So far this year, 2019, there have been 42 police Officers who died in the line of duty, 18 of them shot to death. That doesn’t count the 5 K9 officers who died in the line of duty as well. National Police Week was set up in 1962 by proclamation of President John F Kennedy to honor the sacrifices of those who have perished in the line of duty. This year’s Memorial service begins tomorrow, May 15, which is designated as Peace Officer’s Memorial Day.
One of the latest deaths was an Army veteran, Sgt Kelvin Ansari, with the Savannah, Georgia police department. He spent 21 years in the US Army, only to be gunned down on May 11, 2019 after 10 years on the police force. He was the father of four.
He and his partner approached a suspect vehicle that was possibly involved in a robbery. The officers were unaware that the suspect was in the vehicle. He shot them when they approached and then fled the scene.
The suspect was later killed as well, but Sgt Ansari did not survive his wounds. The other officer survived and was released from the hospital. (ABC news).
There two words of radio traffic that police officers and dispatchers never want to hear: “officer down.”
Police work of any kind is exceedingly dangerous now more than ever. Thanks to politicians who have created an atmosphere of hatred toward police, the climate has changed significantly from previous years.
Twenty four year police veteran and US Air Force veteran Robert McKeithen, 58, of the Biloxi Police Department in Mississippi was ambushed and shot multiple times in the parking lot of his own department just a week before Sgt Ansari was killed. He was due to retire soon.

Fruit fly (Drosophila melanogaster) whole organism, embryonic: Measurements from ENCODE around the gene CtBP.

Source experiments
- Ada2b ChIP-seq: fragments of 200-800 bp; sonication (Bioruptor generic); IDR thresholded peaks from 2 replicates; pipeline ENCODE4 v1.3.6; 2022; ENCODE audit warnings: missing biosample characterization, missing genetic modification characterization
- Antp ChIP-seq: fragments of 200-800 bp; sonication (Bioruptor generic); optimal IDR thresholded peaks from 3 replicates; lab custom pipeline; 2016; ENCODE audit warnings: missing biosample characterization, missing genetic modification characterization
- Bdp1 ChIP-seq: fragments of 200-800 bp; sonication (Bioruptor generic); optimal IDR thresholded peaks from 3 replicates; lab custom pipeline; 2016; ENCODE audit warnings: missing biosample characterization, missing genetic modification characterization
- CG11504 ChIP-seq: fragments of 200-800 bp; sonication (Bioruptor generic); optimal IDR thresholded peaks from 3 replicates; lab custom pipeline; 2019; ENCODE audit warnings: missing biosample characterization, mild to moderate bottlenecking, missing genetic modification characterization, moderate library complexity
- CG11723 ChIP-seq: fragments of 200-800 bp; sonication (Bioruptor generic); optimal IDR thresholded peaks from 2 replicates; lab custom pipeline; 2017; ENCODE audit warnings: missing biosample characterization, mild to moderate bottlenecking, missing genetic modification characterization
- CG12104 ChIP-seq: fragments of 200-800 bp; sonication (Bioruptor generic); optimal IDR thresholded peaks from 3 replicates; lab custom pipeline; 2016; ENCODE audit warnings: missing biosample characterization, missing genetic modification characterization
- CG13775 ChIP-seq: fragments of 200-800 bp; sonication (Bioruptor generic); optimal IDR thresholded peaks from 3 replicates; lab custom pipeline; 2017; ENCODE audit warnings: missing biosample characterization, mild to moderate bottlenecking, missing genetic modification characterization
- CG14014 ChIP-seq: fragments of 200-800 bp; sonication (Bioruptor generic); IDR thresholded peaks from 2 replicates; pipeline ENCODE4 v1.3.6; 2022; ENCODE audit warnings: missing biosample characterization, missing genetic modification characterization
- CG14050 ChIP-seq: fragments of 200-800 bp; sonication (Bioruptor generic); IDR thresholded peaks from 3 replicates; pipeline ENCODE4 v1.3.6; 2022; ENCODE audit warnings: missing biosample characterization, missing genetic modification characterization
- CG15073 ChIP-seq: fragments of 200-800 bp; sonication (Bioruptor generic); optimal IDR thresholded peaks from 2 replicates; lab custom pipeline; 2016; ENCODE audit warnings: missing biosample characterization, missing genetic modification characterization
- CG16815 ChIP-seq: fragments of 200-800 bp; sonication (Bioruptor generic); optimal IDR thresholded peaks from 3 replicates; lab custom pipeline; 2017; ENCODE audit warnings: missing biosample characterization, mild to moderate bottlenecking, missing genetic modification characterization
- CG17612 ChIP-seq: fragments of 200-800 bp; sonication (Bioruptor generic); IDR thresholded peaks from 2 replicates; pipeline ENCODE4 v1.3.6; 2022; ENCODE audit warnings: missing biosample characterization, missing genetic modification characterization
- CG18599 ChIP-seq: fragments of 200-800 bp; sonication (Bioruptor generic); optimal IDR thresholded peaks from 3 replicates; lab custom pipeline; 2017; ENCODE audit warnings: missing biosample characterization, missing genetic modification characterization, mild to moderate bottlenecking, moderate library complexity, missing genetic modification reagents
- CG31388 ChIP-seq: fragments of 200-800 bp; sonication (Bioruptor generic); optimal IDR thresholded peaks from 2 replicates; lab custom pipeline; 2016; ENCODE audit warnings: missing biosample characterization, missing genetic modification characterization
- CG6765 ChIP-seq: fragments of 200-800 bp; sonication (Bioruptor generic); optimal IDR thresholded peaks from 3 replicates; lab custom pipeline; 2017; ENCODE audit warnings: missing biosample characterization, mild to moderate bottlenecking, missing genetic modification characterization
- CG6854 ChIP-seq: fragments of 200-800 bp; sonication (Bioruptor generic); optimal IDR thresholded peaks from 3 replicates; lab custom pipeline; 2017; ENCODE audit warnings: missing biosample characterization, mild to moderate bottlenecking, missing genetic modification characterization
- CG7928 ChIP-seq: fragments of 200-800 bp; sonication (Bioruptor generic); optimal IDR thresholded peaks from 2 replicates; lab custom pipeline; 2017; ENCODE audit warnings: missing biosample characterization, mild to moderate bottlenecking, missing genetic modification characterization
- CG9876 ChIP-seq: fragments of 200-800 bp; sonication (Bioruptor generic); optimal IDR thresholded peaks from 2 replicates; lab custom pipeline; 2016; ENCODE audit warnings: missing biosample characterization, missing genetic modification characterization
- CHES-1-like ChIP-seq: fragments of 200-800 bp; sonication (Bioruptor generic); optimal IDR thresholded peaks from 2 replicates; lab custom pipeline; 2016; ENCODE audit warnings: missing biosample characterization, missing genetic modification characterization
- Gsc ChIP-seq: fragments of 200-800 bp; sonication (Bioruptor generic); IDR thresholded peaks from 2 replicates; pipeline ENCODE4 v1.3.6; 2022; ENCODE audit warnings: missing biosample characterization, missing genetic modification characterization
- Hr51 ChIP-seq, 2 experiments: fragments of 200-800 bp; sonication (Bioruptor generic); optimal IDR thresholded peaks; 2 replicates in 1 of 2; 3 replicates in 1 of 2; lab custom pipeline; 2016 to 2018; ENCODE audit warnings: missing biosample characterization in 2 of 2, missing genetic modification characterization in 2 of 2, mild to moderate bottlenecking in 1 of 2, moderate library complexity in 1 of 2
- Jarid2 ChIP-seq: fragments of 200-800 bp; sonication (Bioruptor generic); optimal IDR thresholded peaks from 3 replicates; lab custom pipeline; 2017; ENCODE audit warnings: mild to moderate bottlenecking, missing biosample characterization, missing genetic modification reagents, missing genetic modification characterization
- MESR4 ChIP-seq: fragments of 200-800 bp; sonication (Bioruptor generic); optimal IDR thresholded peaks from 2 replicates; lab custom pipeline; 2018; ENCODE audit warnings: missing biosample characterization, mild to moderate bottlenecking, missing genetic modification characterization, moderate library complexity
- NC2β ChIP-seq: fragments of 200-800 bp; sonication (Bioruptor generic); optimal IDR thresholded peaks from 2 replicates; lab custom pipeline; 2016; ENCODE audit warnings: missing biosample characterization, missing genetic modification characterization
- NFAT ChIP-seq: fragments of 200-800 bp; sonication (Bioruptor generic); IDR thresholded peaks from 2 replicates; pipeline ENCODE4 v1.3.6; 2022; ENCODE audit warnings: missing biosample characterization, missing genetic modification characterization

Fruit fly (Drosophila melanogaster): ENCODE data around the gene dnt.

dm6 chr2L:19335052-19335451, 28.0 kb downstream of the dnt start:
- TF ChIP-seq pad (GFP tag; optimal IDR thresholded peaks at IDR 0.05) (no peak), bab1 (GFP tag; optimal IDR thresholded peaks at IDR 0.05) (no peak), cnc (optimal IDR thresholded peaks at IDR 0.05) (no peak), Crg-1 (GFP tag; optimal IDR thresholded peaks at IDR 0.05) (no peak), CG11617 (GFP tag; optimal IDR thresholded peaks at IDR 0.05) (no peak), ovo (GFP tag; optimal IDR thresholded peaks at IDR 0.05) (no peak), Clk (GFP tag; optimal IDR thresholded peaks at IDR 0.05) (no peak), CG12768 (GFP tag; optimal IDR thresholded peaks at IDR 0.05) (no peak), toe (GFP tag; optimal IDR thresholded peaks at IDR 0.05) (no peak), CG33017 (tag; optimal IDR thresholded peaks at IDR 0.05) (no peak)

Thousands of law enforcement officers attend the funerals of those who die in the line of duty…it’s a brotherhood, a sisterhood, a close knit family. Every officer understands that when one is killed, they could be the next.
The flip side of law enforcement is the PTSD that comes with the territory. In 2018, police officer suicides outnumbered line of duty deaths, according to PoliceOne. Few departments have suicide prevention programs. Awareness is growing for them, but slow to keep up.
National Police Week brings together police officers of every different type of law enforcement, even from around the world. Attendance can be from 25,000 to 40,000. Washington DC fills with police who come to honor those who have fallen, and to participate in daily events. It’s a welcome respite for those who attend.
Featured photo: Sgt Kelvin Ansari, Savannah Police Dept